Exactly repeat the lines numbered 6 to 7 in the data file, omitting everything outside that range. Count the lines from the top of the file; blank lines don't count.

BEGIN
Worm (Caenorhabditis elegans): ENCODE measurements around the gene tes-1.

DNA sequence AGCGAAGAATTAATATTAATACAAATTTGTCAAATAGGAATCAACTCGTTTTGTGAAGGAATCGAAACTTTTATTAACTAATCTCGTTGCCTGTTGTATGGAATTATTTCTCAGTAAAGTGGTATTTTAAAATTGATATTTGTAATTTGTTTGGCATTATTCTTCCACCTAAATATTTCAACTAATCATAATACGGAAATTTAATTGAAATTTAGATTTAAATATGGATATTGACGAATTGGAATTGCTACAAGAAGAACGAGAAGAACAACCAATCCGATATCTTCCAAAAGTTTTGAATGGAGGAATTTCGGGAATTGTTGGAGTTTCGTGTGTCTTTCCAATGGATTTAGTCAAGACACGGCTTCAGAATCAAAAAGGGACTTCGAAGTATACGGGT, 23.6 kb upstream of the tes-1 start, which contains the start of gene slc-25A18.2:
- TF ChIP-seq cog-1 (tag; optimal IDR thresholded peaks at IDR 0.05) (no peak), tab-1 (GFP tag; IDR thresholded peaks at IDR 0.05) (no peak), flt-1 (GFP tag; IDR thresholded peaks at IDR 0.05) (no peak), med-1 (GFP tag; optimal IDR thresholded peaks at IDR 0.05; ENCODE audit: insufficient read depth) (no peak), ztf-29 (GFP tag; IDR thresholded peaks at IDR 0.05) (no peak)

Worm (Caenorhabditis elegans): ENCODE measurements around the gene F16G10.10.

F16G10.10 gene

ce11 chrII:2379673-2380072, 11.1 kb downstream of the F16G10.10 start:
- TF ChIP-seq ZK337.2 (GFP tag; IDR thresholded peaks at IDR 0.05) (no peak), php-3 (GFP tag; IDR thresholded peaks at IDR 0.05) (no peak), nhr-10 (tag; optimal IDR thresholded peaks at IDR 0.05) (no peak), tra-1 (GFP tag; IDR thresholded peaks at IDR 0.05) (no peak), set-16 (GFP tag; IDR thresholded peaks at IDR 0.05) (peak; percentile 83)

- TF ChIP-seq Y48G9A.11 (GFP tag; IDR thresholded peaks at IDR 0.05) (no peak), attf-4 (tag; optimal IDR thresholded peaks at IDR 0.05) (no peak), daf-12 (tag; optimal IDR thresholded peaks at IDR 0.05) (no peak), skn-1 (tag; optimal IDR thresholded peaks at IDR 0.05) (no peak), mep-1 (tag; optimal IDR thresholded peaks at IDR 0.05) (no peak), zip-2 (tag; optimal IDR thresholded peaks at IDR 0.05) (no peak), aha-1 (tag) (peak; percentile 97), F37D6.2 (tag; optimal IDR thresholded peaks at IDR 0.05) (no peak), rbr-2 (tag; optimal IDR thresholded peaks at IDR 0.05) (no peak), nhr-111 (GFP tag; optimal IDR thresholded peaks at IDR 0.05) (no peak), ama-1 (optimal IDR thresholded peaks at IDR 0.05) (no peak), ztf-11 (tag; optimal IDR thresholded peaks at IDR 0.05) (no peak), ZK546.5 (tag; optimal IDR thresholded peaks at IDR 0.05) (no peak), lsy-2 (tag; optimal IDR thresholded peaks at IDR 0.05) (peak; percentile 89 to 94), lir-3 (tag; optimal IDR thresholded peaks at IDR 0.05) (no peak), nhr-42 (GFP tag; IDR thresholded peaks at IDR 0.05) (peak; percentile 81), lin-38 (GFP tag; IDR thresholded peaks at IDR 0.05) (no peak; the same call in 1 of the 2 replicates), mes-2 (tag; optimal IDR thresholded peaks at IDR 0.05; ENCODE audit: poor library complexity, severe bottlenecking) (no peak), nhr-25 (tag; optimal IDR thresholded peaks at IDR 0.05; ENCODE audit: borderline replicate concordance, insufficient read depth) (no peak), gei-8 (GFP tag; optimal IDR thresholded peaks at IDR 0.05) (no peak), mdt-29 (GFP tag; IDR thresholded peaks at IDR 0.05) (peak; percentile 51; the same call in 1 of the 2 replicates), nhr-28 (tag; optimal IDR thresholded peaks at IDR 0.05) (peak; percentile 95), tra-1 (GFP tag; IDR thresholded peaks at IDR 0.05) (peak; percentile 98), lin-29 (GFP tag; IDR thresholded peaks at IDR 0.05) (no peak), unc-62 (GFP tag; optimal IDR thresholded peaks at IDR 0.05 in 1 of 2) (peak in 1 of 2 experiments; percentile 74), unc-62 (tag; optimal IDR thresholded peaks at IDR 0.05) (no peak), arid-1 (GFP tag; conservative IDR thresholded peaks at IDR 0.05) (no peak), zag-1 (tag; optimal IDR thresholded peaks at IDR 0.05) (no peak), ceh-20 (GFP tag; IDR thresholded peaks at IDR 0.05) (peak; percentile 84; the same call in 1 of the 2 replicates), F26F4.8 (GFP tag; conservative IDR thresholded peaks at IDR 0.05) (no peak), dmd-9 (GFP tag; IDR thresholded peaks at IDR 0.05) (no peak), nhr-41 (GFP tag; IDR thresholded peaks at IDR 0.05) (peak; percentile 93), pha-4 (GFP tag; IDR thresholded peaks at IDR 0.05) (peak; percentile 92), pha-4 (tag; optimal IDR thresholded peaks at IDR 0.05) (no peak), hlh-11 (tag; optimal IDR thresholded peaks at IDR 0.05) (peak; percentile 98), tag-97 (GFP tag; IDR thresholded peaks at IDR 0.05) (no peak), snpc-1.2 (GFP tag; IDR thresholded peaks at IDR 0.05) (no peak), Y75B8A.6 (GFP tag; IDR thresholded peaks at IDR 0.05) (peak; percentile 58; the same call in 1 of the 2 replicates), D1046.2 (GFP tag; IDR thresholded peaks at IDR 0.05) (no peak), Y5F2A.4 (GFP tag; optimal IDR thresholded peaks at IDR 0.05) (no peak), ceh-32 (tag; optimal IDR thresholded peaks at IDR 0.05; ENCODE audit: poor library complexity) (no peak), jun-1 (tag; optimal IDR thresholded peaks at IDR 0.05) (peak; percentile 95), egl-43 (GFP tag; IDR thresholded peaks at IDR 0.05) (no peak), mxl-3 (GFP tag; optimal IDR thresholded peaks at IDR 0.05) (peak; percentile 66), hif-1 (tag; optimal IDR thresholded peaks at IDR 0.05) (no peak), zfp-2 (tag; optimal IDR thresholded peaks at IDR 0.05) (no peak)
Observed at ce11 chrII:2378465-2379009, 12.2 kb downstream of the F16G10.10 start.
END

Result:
ce11 chrII:2379673-2380072, 11.1 kb downstream of the F16G10.10 start:
- TF ChIP-seq ZK337.2 (GFP tag; IDR thresholded peaks at IDR 0.05) (no peak), php-3 (GFP tag; IDR thresholded peaks at IDR 0.05) (no peak), nhr-10 (tag; optimal IDR thresholded peaks at IDR 0.05) (no peak), tra-1 (GFP tag; IDR thresholded peaks at IDR 0.05) (no peak), set-16 (GFP tag; IDR thresholded peaks at IDR 0.05) (peak; percentile 83)